(2) Clarification that the Commission’s references to and discussion of the NERC Guideline Documents in Paragraph 15 of the Remand Order were included for illustrative purposes only rather than forming the basis for the remand, and that the Reliability Standards and requirements determine how a Reliability Standard should be interpreted.

Regarding the first clarification, NERC doesn’t argue FERC’s point that any laptop that is used at times to control a Critical Asset needs to be a CCA.   But NERC asks FERC to confirm they’re not saying that any laptop that could be used to control a Critical Asset has to be a CCA (since the quotation from paragraph 14 shown above seems to say that).  This obviously would have the potential to bring a lot of laptops into scope that are never used for essential tasks in the ESP.

Regarding the second clarification, NERC is clearly disturbed by the idea that FERC would reference the Guideline document – which was prepared by a subcommittee of the CIPC and has not been balloted or approved (by NERC or FERC) as standards are supposed to be – as an authority to make their argument.  They feel FERC is drawing the wrong conclusion from the Guidelines document (that any cyber asset that could be used to control the Critical Asset is therefore essential to it), but their big concern is that FERC is even referring to the Guidelines document at all.

I know this whole affair has been very disturbing to the Interpretations Drafting Team.  If you have ever attended one of their meetings (by phone or in person), you’ll know the words “four corners of the standard” are continually bandied about – they are very concerned about basing their Interpretations strictly on the words of the standard or requirement and nothing more.  So they go through the trouble of putting together an Interpretation on that basis, and FERC remands it based on words in a document that isn’t part of any standard or requirement.

I believe this has led the IDT to take a step back and wait for FERC to clarify this last point before they do any more work at all (I have noticed no meeting notices from them in my email lately).  And who’s to blame them?  There really isn’t a lot of reason for them to continue their work if this is going to keep happening in the future.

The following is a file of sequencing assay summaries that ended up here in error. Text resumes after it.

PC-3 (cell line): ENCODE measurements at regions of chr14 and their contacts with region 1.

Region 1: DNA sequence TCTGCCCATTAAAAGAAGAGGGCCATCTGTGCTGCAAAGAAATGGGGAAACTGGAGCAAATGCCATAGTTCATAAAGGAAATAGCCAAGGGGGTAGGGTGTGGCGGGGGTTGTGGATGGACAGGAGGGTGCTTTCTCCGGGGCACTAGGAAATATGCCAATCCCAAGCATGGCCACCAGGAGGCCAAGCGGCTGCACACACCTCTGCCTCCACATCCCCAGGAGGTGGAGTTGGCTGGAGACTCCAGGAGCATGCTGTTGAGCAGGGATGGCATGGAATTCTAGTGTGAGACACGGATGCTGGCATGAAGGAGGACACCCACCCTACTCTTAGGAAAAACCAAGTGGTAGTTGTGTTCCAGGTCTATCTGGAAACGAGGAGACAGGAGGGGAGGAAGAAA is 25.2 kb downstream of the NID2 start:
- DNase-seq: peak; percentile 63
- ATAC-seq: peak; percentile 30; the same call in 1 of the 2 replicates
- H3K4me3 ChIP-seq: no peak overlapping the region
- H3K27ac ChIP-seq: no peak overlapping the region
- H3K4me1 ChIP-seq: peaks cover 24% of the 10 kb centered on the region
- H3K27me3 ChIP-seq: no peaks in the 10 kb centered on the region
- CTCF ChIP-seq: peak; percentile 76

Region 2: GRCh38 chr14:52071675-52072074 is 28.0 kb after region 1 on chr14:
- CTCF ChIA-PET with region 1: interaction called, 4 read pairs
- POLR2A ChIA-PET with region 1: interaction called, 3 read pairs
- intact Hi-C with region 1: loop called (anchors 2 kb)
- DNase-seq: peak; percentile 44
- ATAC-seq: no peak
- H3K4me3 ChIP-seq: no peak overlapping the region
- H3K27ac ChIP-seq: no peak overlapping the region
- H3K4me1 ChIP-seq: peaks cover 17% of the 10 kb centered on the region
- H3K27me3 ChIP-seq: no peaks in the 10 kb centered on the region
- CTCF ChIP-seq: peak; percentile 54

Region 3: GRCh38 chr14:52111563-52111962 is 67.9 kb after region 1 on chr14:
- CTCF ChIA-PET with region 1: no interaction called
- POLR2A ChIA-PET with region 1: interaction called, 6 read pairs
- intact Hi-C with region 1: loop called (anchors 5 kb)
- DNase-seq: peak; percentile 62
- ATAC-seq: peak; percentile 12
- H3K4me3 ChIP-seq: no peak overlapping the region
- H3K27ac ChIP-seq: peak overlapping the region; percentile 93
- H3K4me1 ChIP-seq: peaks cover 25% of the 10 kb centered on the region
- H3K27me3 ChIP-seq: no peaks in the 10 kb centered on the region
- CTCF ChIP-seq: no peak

So what’s the moral of this story?  There are three:
  1. Entities subject to CIP Version 3 should take a look at all laptops that are used to access the ESP for any purpose.  Those that ever perform a task that is essential to the Critical Asset are themselves “essential” and likely to be Critical Cyber Assets.  Hopefully, FERC won’t come back and say that any laptop that is capable of performing an essential task is also essential.[ix]
  2. If FERC doesn’t back down from citing the Guideline document as justification for their decision to remand (whether or not they cancel the remand itself), then we have a whole new ball game.  Now, FERC can use a ruling on an Interpretation to make changes to the standard.  This isn’t the way it’s supposed to work, folks.  As was (supposedly) said by Mark Twain, “No man’s life, liberty, or property is safe while the legislature is in session.”  Just substitute FERC for legislature.
  3. The NERC CIP Interpretations process (I don’t know about other NERC standards) may be broken for good if FERC doesn’t back down on the Guidelines point, since the IDT won’t want to submit any more Interpretations to FERC that can then be used as a platform to modify the standards themselves.

[i] Of course, the SDT did such a good job that they not only drafted one new version of CIP but four (Versions 2-5)!  And since I believe they will be tasked with developing the compliance filing (which will most likely be called CIP Version 6) which FERC will very likely mandate when they approve Version 5 later this year, they still have another version to work on soon.  I believe there are one or two members whose kids are 7 or 8 and still don’t know who they are, other than “the man/woman on Skype”.